European Central Bank President Mario Draghi said on Friday that as Europe continues its economic recovery, the region needs to “reduce fragmentation” and stand in unity in implementing financial reforms.
“To achieve this, it is essential that we do not retreat into purely national perspectives, with a narrow view of our interest,” Draghi said in prepared remarks at the European Banking Congress in Germany. “We must keep our European perspective – and stand up for our common interests.”
Draghi said that monetary policy involving a single currency “will always have different effects in different places,” but he said the ECB’s mandate is to act in the interest of the entire euro zone, thereby making “the best contribution to prosperity for European society at large.”
“Starting with the ECB’s monetary policy, our mandate is inherently European – it is to maintain price stability for the euro area as a whole,” Draghi said. “And this mandate is symmetric; don’t forget that price stability works in both directions. We need to act as much when there is a risk that inflation in the medium term might become too low as well as too high.”
Draghi addressed concerns that low interest rates are cutting into savings and creating risks to financial stability, as well as reducing incentives for government reform.
“If we raised rates, we would further depress the economy, people would lose their jobs and then their savings would be lower for longer,” Draghi said. “By keeping interest rates at a level that supports the recovery, we should see higher interest rates for savers going forward… If we do see low interest rates creating localized risks, then local tools should be used to address them. In particular, national authorities should make full use of macro-prudential tools that they have available…[and] to maintain the right incentives for economic policies, countries need to strengthen their frameworks for economic governance. Important steps to strengthen budgetary discipline have already been undertaken. But several countries are further behind in implementing structural reforms. It is therefore high time to bring this area under closer European governance.”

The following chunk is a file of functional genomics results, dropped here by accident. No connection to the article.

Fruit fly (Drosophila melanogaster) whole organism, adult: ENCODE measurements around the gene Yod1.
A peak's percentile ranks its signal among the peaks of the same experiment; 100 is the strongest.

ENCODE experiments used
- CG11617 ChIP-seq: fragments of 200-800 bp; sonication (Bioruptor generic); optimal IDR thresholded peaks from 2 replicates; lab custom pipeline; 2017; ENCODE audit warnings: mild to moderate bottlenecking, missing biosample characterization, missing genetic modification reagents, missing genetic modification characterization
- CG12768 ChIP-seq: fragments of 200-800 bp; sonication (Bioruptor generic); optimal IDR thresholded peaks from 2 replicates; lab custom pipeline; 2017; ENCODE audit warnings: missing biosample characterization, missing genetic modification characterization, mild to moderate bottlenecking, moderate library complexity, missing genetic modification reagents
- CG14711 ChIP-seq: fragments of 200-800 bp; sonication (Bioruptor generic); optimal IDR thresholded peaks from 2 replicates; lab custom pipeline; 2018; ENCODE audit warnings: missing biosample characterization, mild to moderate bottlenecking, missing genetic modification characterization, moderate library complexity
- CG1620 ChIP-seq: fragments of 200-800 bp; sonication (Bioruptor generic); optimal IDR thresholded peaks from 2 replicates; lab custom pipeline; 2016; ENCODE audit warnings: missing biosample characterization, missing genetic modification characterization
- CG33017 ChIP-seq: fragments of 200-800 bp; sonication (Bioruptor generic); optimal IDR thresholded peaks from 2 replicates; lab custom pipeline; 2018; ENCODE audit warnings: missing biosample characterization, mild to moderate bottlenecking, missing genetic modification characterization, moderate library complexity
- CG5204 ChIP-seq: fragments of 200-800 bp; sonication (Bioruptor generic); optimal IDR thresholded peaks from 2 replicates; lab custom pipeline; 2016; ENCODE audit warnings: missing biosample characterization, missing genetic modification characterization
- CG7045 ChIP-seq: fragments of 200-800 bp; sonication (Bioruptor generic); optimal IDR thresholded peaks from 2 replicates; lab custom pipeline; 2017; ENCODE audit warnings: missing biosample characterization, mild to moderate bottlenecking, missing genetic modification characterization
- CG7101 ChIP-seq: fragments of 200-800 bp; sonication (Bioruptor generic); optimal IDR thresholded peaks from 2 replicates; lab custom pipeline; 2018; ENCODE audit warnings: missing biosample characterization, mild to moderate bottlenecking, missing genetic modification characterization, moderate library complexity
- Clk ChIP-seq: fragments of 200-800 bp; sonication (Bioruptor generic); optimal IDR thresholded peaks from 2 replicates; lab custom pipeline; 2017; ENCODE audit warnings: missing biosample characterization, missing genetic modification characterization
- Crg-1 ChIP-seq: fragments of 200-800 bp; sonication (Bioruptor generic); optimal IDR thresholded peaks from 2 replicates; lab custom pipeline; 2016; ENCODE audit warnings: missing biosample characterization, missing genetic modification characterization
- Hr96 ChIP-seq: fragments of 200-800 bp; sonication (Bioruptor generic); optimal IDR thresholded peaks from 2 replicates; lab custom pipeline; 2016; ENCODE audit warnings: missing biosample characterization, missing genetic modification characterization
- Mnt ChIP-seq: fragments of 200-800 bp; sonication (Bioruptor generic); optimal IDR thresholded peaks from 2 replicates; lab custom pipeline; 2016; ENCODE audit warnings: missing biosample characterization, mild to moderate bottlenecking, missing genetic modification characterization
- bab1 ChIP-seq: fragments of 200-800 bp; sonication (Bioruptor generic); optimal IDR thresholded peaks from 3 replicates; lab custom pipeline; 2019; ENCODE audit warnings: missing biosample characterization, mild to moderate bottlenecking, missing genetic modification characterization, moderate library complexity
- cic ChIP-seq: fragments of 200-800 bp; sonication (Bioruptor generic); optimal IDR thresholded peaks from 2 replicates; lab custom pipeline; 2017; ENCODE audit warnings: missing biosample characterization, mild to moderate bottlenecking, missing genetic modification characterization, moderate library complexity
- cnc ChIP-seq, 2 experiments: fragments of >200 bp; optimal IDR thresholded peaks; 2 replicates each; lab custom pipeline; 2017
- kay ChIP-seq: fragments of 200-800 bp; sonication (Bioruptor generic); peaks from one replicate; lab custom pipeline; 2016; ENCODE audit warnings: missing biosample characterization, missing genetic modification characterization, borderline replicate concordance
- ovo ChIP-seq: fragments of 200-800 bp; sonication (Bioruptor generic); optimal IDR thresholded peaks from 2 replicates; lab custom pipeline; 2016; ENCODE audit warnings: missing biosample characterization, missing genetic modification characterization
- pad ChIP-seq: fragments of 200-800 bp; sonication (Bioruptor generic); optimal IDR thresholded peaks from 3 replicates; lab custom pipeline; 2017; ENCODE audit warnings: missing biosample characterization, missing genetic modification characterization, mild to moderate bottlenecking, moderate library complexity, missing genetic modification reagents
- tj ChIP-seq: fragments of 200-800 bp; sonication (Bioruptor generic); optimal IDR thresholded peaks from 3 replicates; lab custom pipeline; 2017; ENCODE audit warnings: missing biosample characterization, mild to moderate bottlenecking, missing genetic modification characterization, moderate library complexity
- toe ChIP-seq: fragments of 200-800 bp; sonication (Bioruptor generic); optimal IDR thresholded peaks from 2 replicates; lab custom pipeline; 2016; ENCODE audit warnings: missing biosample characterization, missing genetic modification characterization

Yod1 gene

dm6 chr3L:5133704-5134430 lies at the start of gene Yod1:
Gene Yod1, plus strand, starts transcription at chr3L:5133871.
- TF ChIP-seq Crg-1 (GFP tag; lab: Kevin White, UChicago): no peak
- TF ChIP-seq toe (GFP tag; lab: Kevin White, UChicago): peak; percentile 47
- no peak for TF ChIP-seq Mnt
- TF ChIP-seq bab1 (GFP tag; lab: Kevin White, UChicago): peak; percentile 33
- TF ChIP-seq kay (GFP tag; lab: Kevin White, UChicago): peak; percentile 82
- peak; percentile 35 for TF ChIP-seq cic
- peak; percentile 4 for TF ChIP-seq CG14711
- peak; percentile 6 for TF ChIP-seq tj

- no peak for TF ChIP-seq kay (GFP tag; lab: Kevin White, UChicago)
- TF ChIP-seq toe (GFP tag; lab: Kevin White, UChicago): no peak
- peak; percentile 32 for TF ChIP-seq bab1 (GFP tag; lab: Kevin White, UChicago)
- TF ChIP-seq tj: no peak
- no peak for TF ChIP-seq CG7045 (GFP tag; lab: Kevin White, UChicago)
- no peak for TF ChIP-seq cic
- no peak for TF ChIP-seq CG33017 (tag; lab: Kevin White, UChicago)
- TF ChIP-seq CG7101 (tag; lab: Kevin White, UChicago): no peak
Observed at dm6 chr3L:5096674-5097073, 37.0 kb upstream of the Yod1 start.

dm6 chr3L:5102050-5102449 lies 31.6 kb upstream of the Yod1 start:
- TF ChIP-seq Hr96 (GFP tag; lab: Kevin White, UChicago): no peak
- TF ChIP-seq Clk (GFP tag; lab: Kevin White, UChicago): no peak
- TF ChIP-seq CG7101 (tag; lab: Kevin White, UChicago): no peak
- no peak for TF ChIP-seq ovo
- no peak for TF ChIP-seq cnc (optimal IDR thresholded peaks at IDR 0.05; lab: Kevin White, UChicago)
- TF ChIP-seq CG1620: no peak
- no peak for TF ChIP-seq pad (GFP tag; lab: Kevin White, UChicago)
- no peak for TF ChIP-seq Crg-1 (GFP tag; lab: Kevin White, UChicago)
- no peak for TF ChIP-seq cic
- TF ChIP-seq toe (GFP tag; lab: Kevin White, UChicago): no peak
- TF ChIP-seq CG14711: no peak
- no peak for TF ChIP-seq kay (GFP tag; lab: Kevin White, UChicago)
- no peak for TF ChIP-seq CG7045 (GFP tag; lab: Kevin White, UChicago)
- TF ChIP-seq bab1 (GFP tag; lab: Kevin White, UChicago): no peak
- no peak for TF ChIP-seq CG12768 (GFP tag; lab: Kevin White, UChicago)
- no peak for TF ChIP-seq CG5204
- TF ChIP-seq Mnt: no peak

Draghi also stressed the importance of creating a banking union—the Single Supervisory mechanism, which will establish a regulatory mechanism for Europe as a whole.
“The SSM offers a tremendous opportunity to move from different national approaches to the treatment of banks to a genuinely European perspective,” Draghi said. “That is, to take collective responsibility for our banks consistent with the single financial market in which they operate… A robust SRM would encompass all banks established in member states participating in the SSM. It would have at its center a strong and independent single resolution authority that can act evenly across countries and take decisions in the European interest. And it would have adequate powers, tools and financial resources to resolve institutions swiftly and effectively.”